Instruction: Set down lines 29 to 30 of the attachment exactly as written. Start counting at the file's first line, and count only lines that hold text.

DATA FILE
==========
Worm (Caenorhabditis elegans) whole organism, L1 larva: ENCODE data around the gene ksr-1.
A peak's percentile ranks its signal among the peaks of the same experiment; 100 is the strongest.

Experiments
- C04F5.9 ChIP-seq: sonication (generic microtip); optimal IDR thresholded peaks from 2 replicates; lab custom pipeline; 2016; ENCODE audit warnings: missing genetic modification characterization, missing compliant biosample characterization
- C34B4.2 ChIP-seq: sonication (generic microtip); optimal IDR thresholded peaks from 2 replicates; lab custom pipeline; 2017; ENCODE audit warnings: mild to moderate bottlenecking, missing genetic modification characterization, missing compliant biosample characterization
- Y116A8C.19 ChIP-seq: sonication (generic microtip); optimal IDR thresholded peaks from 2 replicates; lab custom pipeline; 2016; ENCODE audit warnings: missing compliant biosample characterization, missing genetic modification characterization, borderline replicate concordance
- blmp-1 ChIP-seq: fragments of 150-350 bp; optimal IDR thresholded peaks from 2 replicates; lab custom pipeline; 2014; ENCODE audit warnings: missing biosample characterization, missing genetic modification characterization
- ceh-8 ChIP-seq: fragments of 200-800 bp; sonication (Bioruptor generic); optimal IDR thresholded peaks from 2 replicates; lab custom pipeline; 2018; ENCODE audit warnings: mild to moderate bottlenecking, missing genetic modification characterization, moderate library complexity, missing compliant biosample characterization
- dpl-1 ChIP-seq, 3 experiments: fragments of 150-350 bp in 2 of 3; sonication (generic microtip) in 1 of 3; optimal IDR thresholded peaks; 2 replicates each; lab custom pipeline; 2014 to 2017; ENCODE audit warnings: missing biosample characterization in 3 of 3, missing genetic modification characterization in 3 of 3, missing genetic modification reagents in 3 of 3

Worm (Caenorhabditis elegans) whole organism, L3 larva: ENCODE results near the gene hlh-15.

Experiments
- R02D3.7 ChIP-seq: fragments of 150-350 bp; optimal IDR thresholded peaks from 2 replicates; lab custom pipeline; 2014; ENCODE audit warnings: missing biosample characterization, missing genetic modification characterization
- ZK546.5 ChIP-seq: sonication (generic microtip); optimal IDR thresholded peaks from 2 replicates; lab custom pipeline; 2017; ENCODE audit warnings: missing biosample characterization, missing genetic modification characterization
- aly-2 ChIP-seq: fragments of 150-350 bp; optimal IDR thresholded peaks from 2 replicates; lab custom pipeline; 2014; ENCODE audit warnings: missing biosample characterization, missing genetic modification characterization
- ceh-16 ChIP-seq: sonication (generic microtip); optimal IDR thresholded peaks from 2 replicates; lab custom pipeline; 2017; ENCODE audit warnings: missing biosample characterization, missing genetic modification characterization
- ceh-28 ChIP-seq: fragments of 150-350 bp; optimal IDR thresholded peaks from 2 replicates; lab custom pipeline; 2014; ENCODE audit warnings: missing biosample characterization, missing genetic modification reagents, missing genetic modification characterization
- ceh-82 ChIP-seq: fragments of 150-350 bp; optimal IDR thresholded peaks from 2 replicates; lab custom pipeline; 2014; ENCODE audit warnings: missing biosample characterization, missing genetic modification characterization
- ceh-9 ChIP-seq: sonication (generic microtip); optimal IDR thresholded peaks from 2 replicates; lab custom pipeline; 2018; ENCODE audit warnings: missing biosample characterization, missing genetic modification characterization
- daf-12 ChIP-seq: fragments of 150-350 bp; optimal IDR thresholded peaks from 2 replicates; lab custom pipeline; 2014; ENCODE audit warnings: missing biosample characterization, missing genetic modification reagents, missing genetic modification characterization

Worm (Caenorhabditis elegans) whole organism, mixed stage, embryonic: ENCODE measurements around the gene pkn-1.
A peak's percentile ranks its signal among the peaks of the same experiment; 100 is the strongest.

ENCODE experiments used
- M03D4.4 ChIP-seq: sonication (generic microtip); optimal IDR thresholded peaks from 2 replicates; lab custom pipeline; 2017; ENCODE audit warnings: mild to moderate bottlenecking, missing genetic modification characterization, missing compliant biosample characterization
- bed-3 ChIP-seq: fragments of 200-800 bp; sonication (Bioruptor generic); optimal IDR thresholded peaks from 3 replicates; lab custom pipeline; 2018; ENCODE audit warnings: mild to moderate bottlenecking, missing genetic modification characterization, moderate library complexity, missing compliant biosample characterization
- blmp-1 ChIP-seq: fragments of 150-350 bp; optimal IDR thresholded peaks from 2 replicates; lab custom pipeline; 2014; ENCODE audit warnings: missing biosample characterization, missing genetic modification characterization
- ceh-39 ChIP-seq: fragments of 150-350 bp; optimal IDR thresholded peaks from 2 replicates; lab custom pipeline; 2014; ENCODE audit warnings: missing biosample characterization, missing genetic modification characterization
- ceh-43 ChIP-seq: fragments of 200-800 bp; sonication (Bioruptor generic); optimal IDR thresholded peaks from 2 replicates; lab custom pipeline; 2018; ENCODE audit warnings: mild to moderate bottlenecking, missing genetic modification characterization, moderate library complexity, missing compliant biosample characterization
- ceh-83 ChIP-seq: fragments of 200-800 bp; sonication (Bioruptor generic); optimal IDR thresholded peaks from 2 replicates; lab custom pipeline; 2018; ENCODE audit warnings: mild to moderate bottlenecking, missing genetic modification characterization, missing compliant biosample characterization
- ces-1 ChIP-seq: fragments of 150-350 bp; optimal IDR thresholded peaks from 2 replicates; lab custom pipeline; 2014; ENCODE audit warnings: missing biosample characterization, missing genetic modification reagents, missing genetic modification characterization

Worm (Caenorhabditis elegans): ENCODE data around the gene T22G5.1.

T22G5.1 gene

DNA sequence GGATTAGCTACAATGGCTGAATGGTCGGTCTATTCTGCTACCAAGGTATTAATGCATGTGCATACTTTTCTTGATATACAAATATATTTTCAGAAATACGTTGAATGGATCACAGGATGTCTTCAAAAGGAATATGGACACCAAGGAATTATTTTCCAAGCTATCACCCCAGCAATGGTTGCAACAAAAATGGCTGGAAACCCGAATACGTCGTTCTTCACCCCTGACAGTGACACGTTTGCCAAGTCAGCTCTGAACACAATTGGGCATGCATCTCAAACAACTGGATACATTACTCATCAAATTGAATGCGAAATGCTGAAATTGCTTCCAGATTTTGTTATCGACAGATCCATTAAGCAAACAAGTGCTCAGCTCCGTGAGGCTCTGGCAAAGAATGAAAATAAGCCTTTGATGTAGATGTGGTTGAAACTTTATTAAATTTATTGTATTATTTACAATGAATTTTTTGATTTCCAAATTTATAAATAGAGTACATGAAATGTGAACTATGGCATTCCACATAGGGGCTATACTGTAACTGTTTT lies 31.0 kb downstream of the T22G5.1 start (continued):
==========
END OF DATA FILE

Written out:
- ces-1 ChIP-seq: fragments of 150-350 bp; optimal IDR thresholded peaks from 2 replicates; lab custom pipeline; 2014; ENCODE audit warnings: missing biosample characterization, missing genetic modification reagents, missing genetic modification characterization

Worm (Caenorhabditis elegans): ENCODE data around the gene T22G5.1.